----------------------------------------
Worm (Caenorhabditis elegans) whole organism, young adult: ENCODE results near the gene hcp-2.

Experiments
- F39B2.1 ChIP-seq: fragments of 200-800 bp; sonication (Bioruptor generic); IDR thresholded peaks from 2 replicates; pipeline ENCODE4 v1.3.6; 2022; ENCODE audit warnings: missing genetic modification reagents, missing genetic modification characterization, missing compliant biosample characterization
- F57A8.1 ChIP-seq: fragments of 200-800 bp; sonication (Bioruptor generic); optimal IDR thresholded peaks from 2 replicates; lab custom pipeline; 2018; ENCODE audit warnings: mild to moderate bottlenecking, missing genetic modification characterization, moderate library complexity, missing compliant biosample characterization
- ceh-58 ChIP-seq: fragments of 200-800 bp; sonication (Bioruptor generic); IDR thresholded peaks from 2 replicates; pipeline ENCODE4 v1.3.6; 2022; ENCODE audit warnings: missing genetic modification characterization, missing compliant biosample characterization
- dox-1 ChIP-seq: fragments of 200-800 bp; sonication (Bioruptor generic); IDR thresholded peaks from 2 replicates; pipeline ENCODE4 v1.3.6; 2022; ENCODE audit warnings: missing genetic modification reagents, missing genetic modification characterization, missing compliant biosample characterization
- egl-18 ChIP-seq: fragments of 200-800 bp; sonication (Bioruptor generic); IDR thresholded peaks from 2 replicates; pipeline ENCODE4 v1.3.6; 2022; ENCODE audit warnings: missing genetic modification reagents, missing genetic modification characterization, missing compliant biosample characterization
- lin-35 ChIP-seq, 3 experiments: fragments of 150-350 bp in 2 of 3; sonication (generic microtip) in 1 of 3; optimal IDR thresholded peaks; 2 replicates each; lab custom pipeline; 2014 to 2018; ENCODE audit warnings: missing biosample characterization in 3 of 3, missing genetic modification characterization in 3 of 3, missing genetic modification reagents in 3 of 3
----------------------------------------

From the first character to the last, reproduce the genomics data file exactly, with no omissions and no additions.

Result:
Worm (Caenorhabditis elegans) whole organism, young adult: ENCODE results near the gene hcp-2.

Experiments
- F39B2.1 ChIP-seq: fragments of 200-800 bp; sonication (Bioruptor generic); IDR thresholded peaks from 2 replicates; pipeline ENCODE4 v1.3.6; 2022; ENCODE audit warnings: missing genetic modification reagents, missing genetic modification characterization, missing compliant biosample characterization
- F57A8.1 ChIP-seq: fragments of 200-800 bp; sonication (Bioruptor generic); optimal IDR thresholded peaks from 2 replicates; lab custom pipeline; 2018; ENCODE audit warnings: mild to moderate bottlenecking, missing genetic modification characterization, moderate library complexity, missing compliant biosample characterization
- ceh-58 ChIP-seq: fragments of 200-800 bp; sonication (Bioruptor generic); IDR thresholded peaks from 2 replicates; pipeline ENCODE4 v1.3.6; 2022; ENCODE audit warnings: missing genetic modification characterization, missing compliant biosample characterization
- dox-1 ChIP-seq: fragments of 200-800 bp; sonication (Bioruptor generic); IDR thresholded peaks from 2 replicates; pipeline ENCODE4 v1.3.6; 2022; ENCODE audit warnings: missing genetic modification reagents, missing genetic modification characterization, missing compliant biosample characterization
- egl-18 ChIP-seq: fragments of 200-800 bp; sonication (Bioruptor generic); IDR thresholded peaks from 2 replicates; pipeline ENCODE4 v1.3.6; 2022; ENCODE audit warnings: missing genetic modification reagents, missing genetic modification characterization, missing compliant biosample characterization
- lin-35 ChIP-seq, 3 experiments: fragments of 150-350 bp in 2 of 3; sonication (generic microtip) in 1 of 3; optimal IDR thresholded peaks; 2 replicates each; lab custom pipeline; 2014 to 2018; ENCODE audit warnings: missing biosample characterization in 3 of 3, missing genetic modification characterization in 3 of 3, missing genetic modification reagents in 3 of 3